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Science centres must engage with more diverse audiences or risk becoming 'obsolete'
POSTED 29 Sep 2016 . BY Tom Anstey
Linda Conlon, chief executive of Newcastle’s International Centre for Life, has said science centres need to engage with more diverse audiences, particularly refugee and migrant groups.

Echoing some of the sentiments of Elizabeth Rasekoala, who said during her keynote speech at this year’s Ecsite conference that 'Eurocentric' science centres were hindering education in STEM for black youths, Conlon said that science centres need to engage with refugees and migrants or risk becoming “obsolete”.

Speaking on the UK’s recent decision to leave the European Union, Conlon said that although economics was undoubtedly an important factor in the Brexit vote, the most disruptive element will not be the fast and free movement of goods, rather the movement of people.

“Migration of people in and out of countries has produced an emotional backlash against immigration, refugees and indeed the entire idea of globalisation. Starkly put, economic issues affect the head, identity issues hit the heart,” said Conlon, speaking at the Association of Science and Technology Centres (ASTC) annual conference in Tampa, Florida.

“Even before the Brexit vote, many of us were aware of the current refugee crisis in Europe which has provoked a palette of reactions in public opinion, ranging from unconditional solidarity to pure xenophobia.

“Major shifts in demographics, and therefore increasingly diverse audiences, are going to impact more and more on science centres. If you’re thinking that this is something that can be shelved for a few years while you deal with greater imperatives, or that the answer lies in creating a few special programmes for minority groups - think again. This is not an optional box-ticking exercise.”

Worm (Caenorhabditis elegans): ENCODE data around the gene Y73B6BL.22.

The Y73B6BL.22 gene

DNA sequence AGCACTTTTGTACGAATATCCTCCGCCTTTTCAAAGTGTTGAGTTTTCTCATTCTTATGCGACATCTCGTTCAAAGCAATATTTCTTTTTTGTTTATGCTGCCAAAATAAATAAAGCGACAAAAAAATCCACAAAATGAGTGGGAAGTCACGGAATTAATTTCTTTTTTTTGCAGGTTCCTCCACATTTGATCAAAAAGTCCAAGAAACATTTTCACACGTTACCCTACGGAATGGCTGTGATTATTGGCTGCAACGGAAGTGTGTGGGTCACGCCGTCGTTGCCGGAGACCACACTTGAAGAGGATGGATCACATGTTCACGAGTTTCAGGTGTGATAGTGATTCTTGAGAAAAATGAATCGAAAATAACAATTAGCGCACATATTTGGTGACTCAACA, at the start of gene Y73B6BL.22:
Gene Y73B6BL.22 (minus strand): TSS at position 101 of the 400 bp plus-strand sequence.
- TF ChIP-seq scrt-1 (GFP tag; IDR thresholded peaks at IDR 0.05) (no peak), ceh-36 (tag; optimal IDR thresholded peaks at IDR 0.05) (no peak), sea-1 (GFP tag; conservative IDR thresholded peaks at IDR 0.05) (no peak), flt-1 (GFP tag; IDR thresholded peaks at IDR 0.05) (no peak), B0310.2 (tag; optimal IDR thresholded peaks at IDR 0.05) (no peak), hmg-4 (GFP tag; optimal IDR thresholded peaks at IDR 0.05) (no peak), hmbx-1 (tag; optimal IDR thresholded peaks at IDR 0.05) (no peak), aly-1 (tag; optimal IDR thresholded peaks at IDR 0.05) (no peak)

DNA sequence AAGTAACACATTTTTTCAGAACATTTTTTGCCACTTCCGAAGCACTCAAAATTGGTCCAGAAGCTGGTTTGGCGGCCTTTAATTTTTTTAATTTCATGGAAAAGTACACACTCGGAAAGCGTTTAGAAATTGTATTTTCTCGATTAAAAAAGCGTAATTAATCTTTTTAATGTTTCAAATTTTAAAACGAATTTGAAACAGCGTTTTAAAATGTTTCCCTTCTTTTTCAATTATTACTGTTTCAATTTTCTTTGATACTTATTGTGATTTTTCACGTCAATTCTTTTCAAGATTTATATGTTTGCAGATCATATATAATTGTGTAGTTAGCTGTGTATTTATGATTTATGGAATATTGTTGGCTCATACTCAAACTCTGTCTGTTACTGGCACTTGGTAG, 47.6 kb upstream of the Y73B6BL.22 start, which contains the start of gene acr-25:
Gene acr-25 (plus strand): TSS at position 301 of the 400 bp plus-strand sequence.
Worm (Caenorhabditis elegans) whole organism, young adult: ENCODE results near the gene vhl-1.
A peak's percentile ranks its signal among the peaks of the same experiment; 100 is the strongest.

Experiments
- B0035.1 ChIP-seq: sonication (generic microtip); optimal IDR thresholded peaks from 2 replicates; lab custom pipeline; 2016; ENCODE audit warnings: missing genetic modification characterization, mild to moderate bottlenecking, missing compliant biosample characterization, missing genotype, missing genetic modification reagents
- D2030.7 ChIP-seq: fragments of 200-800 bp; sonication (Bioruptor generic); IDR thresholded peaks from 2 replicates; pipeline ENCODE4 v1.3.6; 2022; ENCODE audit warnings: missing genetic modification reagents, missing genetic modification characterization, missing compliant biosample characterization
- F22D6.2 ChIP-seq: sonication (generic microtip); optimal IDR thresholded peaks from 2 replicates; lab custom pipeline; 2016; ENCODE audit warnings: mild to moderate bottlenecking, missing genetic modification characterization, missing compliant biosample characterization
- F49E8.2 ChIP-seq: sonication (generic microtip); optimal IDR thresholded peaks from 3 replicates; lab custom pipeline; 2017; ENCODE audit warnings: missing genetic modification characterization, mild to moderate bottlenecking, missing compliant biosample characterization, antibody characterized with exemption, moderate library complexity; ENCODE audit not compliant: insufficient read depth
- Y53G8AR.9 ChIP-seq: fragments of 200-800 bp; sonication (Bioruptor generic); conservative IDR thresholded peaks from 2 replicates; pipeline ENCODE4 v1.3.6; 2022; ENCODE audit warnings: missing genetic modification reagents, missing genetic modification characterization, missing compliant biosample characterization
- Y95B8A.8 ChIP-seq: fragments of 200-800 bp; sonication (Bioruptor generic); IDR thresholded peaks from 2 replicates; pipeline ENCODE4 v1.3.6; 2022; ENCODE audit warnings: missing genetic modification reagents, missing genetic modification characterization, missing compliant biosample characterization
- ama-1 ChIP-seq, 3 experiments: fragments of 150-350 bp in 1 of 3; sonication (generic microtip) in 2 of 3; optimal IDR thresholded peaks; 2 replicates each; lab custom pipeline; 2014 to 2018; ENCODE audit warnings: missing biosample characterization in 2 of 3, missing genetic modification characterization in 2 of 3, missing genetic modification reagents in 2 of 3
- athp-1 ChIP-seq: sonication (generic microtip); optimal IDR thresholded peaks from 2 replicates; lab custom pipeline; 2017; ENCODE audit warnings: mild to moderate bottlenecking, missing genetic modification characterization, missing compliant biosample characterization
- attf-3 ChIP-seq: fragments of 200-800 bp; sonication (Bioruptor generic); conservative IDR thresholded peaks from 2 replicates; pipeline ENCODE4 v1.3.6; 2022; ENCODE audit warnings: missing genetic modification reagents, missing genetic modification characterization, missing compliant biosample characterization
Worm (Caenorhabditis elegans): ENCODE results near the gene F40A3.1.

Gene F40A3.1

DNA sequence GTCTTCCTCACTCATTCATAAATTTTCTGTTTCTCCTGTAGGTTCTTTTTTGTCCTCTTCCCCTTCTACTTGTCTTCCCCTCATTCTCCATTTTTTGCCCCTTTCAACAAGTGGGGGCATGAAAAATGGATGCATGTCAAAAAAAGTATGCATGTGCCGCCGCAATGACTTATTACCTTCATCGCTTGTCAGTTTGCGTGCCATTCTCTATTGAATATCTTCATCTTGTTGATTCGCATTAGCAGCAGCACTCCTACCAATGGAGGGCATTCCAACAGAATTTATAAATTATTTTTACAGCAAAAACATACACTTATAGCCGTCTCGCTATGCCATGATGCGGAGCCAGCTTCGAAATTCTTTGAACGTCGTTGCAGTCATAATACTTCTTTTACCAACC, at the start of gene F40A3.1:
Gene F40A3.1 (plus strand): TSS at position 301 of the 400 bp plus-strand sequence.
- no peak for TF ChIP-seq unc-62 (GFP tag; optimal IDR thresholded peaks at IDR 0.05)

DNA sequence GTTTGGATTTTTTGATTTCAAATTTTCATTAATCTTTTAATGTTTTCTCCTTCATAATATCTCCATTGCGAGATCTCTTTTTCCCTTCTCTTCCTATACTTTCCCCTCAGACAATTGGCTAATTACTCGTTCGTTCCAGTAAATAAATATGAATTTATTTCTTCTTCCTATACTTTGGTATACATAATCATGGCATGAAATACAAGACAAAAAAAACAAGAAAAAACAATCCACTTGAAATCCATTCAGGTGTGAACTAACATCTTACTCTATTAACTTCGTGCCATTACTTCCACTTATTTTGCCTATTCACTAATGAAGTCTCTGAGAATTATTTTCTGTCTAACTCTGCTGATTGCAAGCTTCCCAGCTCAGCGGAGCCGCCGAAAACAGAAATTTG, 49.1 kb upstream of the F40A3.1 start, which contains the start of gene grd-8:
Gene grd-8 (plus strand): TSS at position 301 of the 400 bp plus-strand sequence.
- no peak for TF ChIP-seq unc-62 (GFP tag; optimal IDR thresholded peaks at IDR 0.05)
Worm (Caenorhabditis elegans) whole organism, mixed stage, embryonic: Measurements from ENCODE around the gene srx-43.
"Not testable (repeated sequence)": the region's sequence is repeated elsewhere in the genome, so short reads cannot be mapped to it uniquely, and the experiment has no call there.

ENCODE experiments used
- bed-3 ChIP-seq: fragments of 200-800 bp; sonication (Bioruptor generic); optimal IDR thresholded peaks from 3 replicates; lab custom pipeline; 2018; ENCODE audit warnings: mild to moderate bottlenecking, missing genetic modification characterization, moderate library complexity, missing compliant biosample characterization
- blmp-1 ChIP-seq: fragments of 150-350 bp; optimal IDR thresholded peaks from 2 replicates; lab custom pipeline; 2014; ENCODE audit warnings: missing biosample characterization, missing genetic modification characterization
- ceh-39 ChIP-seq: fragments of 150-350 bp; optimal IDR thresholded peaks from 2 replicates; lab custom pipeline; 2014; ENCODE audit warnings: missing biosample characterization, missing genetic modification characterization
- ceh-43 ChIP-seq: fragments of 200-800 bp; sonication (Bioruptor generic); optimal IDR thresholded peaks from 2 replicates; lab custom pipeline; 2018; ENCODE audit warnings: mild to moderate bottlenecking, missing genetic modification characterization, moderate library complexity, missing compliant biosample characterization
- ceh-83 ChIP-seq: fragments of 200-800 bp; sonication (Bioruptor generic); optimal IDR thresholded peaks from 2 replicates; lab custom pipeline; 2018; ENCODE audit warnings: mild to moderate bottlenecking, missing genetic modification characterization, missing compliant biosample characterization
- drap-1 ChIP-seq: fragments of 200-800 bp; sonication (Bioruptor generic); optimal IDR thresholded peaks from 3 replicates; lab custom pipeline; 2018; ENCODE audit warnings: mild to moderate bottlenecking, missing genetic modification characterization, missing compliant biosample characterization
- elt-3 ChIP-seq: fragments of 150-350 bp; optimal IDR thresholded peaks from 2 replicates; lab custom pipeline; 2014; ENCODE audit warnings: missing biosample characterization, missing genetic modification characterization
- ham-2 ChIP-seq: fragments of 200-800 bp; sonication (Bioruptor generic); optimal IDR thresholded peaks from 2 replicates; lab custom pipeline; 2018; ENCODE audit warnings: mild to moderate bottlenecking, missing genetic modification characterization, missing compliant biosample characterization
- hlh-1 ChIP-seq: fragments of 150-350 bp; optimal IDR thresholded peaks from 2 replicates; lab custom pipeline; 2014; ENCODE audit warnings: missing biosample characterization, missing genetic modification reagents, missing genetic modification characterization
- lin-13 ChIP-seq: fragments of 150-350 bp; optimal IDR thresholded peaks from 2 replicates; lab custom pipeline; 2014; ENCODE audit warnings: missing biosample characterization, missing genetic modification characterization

Conlon went on to highlight work already being done to address the issue, including German lessons offered to migrants at the Deutsches Museum in Munich; dialogues started with immigrant groups by the Explora science centre in Albuquerque, New Mexico; and the Immigration Museum in São Paulo, which is working with overseas immigrants in the state.

“There will come a point, sooner for some of us than others, when the current core audience becomes the minority. When that tipping point inevitably occurs - we need to be ready,” said Conlon.

“This requires a step change in our thinking – and a fundamental re-examination of business models. What is fit for purpose today, will not be fit for purpose tomorrow.

“Science has the power to be a unifying force. Let’s not miss this opportunity to make a difference.”
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NEWS
Science centres must engage with more diverse audiences or risk becoming 'obsolete'
POSTED 29 Sep 2016 . BY Tom Anstey
Linda Conlon, chief executive of Newcastle’s International Centre for Life, has said science centres need to engage with more diverse audiences, particularly refugee and migrant groups.